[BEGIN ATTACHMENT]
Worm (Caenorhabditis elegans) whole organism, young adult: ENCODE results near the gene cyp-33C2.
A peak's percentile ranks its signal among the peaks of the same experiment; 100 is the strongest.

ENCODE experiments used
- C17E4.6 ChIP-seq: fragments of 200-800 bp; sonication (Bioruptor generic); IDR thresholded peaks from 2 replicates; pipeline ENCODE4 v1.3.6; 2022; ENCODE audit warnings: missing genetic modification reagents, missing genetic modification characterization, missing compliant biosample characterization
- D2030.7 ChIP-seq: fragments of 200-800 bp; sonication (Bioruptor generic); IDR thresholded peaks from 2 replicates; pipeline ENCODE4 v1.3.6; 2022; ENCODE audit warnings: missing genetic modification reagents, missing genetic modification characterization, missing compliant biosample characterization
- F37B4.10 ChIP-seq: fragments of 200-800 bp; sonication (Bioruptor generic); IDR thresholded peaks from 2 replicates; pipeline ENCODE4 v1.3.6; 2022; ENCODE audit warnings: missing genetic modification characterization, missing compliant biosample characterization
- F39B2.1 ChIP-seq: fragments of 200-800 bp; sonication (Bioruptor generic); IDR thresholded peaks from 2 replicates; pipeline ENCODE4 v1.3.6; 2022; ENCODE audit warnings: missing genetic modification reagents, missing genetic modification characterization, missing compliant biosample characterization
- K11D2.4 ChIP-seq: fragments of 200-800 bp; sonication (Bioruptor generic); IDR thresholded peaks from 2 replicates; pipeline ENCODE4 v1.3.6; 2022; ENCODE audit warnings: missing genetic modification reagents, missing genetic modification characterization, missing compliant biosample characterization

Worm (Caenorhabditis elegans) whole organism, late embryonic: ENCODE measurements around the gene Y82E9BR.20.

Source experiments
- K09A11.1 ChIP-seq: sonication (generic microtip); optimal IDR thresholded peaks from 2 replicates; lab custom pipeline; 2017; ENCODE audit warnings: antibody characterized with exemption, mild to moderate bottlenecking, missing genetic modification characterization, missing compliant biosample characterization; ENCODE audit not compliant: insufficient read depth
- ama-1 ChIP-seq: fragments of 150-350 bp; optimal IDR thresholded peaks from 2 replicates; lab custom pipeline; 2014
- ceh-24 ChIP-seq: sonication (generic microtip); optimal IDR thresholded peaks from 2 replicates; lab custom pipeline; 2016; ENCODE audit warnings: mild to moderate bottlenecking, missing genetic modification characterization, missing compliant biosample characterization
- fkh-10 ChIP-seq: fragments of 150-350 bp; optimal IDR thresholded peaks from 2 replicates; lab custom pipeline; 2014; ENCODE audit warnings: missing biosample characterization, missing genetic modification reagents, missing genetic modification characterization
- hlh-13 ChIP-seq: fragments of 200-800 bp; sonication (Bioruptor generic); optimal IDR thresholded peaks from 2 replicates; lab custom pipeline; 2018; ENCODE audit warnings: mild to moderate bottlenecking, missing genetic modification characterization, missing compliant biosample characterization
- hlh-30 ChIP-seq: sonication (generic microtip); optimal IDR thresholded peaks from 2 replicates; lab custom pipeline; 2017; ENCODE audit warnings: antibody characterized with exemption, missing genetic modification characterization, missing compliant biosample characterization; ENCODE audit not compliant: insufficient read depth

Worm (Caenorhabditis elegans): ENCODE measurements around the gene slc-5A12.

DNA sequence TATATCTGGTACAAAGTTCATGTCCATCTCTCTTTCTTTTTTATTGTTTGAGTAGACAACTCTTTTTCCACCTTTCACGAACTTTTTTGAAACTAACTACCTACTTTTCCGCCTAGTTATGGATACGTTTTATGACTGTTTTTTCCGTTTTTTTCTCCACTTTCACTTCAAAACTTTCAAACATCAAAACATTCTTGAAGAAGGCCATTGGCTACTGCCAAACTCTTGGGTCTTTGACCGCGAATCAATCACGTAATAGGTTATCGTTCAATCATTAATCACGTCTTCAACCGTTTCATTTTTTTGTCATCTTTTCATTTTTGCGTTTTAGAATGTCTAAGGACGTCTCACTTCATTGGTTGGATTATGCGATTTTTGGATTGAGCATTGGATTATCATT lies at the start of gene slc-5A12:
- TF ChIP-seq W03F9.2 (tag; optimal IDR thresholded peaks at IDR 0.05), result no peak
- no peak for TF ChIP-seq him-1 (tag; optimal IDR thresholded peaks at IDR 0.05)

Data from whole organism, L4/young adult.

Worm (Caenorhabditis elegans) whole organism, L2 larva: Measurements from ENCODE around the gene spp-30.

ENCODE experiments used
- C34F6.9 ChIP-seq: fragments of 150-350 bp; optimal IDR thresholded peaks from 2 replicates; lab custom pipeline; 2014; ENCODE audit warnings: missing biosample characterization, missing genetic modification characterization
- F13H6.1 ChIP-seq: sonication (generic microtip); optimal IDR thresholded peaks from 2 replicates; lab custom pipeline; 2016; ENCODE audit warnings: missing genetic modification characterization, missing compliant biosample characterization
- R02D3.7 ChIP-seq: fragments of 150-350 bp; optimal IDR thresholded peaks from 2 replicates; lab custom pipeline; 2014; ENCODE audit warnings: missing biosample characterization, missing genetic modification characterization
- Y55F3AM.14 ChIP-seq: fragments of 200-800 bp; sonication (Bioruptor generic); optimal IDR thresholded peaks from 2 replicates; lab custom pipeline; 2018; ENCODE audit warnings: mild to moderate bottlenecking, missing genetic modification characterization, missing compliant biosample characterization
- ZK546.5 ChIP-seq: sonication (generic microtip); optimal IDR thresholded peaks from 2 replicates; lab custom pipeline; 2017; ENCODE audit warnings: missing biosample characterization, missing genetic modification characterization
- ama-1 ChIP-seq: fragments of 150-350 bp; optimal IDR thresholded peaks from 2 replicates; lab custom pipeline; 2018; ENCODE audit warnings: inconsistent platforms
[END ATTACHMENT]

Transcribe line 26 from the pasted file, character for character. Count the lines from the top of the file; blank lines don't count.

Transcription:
- R02D3.7 ChIP-seq: fragments of 150-350 bp; optimal IDR thresholded peaks from 2 replicates; lab custom pipeline; 2014; ENCODE audit warnings: missing biosample characterization, missing genetic modification characterization